Another problem is it’s theoretically possible someone maximizes (or at least practically maximizes) their hypertrophy before they even maximize nervous system adaptations.
Overall, more research is needed in this area.
At the very least, the logic we’ve overviewed probably demonstrates that higher rep training in strength-oriented athletes can very well be justifiable.
Part IV: Concurrent Strength & Hypertrophy Efficiently
Based on the initial study overviewed (plus some other evidence we overviewed), I think it’s reasonable to say approximately the 8 rep range is highly efficient for concurrently developing strength and muscle.
It’s not too heavy such that you have to perform extra sets for hypertrophy, but it’s still heavy enough to be great at stimulating nervous system adaptations.
For untrained individuals, it might be similarly effective to heavier loads for stimulating these nervous system adaptations, while in more trained individuals, it may not be quite as good, but it still likely is respectably effective.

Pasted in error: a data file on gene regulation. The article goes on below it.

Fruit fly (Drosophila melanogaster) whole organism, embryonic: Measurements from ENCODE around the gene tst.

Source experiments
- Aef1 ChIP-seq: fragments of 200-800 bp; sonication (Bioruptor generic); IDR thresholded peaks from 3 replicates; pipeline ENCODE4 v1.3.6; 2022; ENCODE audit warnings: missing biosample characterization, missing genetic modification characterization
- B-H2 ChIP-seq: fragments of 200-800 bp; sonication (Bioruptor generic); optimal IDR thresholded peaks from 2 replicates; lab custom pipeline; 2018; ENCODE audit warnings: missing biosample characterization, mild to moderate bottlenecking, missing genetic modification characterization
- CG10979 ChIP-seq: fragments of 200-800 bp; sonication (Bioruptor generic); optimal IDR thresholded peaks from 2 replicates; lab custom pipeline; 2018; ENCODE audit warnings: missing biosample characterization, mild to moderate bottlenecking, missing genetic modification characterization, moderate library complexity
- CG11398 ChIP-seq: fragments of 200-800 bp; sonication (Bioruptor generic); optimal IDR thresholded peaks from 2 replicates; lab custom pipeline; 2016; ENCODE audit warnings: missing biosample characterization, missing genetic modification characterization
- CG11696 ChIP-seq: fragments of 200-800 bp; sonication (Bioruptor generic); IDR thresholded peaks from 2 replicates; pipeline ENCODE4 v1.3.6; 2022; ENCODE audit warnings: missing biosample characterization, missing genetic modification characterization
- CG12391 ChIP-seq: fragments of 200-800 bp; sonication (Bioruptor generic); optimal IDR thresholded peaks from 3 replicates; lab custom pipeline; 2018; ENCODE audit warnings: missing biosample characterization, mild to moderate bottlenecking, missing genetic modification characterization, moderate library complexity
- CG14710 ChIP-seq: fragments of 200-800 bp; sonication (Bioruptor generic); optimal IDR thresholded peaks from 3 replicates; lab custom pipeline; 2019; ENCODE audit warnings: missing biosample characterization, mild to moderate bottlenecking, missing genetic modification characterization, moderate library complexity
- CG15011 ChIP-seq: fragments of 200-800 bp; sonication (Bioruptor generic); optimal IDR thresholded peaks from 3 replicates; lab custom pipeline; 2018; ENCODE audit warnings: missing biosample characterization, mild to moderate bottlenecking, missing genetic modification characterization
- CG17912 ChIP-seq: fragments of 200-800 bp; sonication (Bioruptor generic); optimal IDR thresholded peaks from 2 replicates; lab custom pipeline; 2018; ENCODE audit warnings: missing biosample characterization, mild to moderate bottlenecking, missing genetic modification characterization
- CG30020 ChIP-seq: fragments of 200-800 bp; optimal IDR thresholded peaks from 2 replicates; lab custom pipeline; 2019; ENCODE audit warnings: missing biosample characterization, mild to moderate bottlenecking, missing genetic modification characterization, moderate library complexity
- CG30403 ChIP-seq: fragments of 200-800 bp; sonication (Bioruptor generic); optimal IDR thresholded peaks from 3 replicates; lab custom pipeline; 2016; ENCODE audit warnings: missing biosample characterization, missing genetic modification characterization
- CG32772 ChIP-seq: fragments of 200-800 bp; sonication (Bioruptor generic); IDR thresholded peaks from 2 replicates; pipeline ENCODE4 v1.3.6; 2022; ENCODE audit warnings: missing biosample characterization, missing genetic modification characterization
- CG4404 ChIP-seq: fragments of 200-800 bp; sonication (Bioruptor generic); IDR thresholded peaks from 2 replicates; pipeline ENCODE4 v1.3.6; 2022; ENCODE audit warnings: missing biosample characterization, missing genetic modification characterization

On top of this, there’s some evidence that heavier load training (below 5 reps) may not be the most favorable for joint health in select individuals. For example, one of the aforementioned studies out of New York reported that in 2 of 10 individuals training with 7 sets of 3 reps to failure per exercise, joint-related injuries occurred.
Training around the 8 rep range may limit this problem.
Part V: Summary
Crystallizing everything, 6 to 35 reps are likely similarly effective per set for stimulating hypertrophy.
Training with 3-5 reps may require you to perform extra sets to see similar hypertrophy.
For strength, heavier loads and lower reps (5 or fewer reps) tend to be better, particularly in trained individuals.
Finally, the 8 rep range zone is likely highly efficient for concurrently developing strength and muscle.